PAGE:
Market volatility has even increased this week. The first days were influenced by the US rating downgrade by S&P . The ECB intervened on bond markets and the G7 pledged to act against instability, which had some short-lived positive impact. But then, wave of high risk aversion weighed heavily on the markets.
The Fed was hoped to support them with announcement of another round of quantitative easing. The FOMC meeting did not deliver exactly what markets hoped for. It said that the rates would stay extremely low for another two years and left the door open for more stimulation if needed. Assessment of economic performance was worse than previously. The more dovish stance helped to improve risk appetite, but the relief was only temporary and recession fear then returned.
The debt crisis is still an important influence. Market worries turned to France. Speculations emerged about a possible rating downgrade and about French banks´ liquidity position and their high exposure to sovereign debt of periphery Eurozone members. Then, major rating agencies confirmed the French rating, (23,9 EUR, 3,89%) refused the speculations about its health and the French government started preparing more savings. The markets changed direction again.
During the week, there were also other factors bringing more volatility. Swiss central bank fought the strong franc, intervening in the money market. The SNB bankers´ recent comments raised speculations about cutting interest rates below zero and about a possible peg to the euro. This led to a deep fall of the franc, having also some influence on the euro-dollar market.
Behind the market turmoil and very aggressive reactions to news, we see increasing threat of economic recession combined with worries that policymakers have no measures left to tackle the problem. On Friday, French GDP data brought another disappointment. The economy only stagnated in the 2Q. German and Eurozone GDP figures are scheduled next week and they may be awaited with worries, too. German Chancellor Merkel and French President Sarkozy will meet again and will likely want to support credibility of the Eurozone. They will probably concentrate on the debt issue.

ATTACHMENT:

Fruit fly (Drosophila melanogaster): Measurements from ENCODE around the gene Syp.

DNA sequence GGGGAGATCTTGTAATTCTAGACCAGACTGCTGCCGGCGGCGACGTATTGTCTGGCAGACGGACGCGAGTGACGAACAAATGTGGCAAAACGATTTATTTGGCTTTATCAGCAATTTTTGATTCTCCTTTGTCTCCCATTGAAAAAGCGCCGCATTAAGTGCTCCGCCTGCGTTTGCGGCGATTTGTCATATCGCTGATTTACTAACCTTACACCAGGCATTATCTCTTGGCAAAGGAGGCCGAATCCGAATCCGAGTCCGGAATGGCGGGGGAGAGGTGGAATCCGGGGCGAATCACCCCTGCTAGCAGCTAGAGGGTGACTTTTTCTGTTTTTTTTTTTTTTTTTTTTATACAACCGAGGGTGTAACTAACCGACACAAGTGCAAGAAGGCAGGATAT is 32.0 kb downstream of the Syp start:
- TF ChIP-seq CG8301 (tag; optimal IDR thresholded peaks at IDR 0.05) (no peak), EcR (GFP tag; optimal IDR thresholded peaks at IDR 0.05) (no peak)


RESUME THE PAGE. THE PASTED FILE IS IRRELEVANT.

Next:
From the US, last disappointment was the Uni. Michigan consumer confidence. The most important releases of next week should be NY Empire Manufacturing index and Philadelphia Fed index. Both indices have dived in recent months and boosted the market worries. That is why they should be very important for next week´s trading. Analysts predict a slight positive correction of the two indicators.
Data from the Czech real economy have worsened. Industrial production increased by 7.4 pct and exports by 9.6 pct year-on-year. The figures are significantly below the previous readings, although they remain quite good. After a drop in retail sales, this was also bad news. Unemployment slightly increased to 8.2 pct, as expected. The reason was seasonality. Also CPI figures were in line with estimates and did not change our view on interest rates. (2260 GBp, 2,54%) week the 2Q GDP will be the most interesting Czech release. A slowdown in q-o-q growth is expected, while y-o-y the economy should show still a decent expansion.
The koruna has marginally reacted to the local news. It has also been resilient to the turmoil on global markets and its weekly change is minimal. In August it has outperformed its regional peers that are weakening. The CZK is the least risky currency in the region and sometimes is bid when risk aversion is high. However, usually this is only short-lived as the koruna is not a typical safe haven asset. The euro-koruna rate has not get away from its range, currently at 24.00-24.30, and still has a good chance to stay there.